About 1 billion people are estimated to live in slums globally, hundreds of millions of them children, according to the U.N. children’s agency.

A decade ago, the world officially became majority urban, and two-thirds of the global population is expected to live in urban areas by 2050, according to the United Nations.

“We applaud UNICEF for putting numbers around a problem that will only get more serious as more and more families move to cities,” said Patrin Watanatada of the Bernard van Leer Foundation, which works to promote early childhood development. “Cities can be wonderful places to grow up, rich with opportunities — but they can also pose serious challenges for a child’s healthy development.”

 Urban children
New campaign to limit children’s calories to 200 per day. wikimedia commons

Poor transport links, limited access to health clinics and parks, as well as growing air pollution and stressed caregivers can exacerbate city living for children, said Watanatada.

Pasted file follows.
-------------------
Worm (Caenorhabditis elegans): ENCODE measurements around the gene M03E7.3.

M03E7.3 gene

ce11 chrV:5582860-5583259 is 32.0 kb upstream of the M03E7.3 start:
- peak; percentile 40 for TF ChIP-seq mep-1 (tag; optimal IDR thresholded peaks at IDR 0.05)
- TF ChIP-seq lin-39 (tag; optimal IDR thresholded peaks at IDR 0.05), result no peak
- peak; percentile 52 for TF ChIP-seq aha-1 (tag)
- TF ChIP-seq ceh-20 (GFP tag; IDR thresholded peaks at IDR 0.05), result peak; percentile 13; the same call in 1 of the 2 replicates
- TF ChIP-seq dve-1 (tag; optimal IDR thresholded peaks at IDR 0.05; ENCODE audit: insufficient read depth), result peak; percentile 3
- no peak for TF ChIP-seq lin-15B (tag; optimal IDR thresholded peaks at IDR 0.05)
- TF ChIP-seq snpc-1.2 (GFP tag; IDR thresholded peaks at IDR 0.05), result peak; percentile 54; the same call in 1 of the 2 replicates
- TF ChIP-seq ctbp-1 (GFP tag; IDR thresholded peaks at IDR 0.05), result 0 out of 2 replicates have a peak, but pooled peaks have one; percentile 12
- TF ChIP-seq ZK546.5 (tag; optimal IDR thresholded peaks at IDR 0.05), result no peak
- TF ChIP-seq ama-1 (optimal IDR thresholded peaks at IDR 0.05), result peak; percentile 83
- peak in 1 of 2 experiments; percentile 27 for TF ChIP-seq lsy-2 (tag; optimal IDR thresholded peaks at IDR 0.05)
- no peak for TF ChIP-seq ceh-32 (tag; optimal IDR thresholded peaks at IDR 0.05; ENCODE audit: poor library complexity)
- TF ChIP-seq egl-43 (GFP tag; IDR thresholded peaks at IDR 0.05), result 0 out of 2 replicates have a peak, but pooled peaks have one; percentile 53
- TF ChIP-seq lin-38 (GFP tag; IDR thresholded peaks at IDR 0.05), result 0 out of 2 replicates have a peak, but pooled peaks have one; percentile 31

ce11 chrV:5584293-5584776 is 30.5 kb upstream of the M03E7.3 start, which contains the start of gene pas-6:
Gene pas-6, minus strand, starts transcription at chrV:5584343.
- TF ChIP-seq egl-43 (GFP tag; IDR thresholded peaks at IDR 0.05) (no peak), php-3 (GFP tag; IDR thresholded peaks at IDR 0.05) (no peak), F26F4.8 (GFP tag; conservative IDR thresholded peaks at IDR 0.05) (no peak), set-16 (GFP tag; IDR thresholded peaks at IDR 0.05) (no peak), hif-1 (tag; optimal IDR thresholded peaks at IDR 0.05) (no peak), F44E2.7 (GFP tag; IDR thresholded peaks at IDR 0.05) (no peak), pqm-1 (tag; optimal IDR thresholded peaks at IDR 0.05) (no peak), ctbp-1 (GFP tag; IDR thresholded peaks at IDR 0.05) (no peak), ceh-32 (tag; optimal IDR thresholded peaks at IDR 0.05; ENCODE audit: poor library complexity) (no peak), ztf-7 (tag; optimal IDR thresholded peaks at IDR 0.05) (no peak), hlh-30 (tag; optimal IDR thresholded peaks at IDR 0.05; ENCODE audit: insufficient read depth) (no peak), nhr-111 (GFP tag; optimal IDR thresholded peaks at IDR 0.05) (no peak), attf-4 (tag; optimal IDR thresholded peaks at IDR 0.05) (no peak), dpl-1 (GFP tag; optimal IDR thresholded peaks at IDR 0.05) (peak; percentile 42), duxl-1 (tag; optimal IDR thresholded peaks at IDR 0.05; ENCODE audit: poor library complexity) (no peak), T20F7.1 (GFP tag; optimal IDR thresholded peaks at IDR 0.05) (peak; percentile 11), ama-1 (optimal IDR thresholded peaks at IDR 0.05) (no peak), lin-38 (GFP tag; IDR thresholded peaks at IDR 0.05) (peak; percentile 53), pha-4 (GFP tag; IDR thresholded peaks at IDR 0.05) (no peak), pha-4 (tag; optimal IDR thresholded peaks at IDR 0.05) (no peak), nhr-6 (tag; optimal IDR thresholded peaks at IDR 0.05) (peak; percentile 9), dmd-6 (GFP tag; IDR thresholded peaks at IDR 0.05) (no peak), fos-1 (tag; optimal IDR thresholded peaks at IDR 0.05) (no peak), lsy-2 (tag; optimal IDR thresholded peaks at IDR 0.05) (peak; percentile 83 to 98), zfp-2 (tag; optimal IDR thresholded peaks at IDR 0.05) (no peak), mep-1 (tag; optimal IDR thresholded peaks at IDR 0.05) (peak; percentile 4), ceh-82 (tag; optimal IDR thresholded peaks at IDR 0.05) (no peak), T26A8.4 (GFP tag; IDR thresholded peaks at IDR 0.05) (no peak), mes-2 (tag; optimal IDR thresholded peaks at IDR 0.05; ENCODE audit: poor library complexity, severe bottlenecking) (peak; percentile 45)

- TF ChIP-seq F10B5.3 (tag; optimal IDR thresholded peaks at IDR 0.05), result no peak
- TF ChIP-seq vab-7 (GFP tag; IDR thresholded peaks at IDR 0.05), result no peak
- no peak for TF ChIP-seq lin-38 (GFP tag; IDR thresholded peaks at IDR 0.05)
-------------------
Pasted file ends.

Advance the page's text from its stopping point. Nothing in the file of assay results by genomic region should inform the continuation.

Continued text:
Improved walking and cycling infrastructure, affordable housing and transportation, and polices targeted at supporting children and those who care for them could help ease life for urban families.

Also Read: Ebola Increases The Number Of Orphans in DRC: UNICEF

ICLEI, a global network of more than 1,500 cities, towns and regions, said disasters were more likely to impact the most vulnerable in cities, including children.

“Children are disproportionately affected by gaps in urban services, especially when it comes to water, sanitation, air quality, and food security,” said Yunus Arikan, head of global policy and advocacy at ICLEI. (VOA)

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Governments Have Failed to Respond Adequately to Climate Change at The U.N. Conference: Activists

While there are parts of the package that could and should have been stronger, the implementation guidelines adopted today provide a strong basis to start

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U.N. Climate Conference
In this Dec. 11, 2018 photo a participant in U.N. climate conference walks by a photo of a satellite in Katowice, Poland. VOA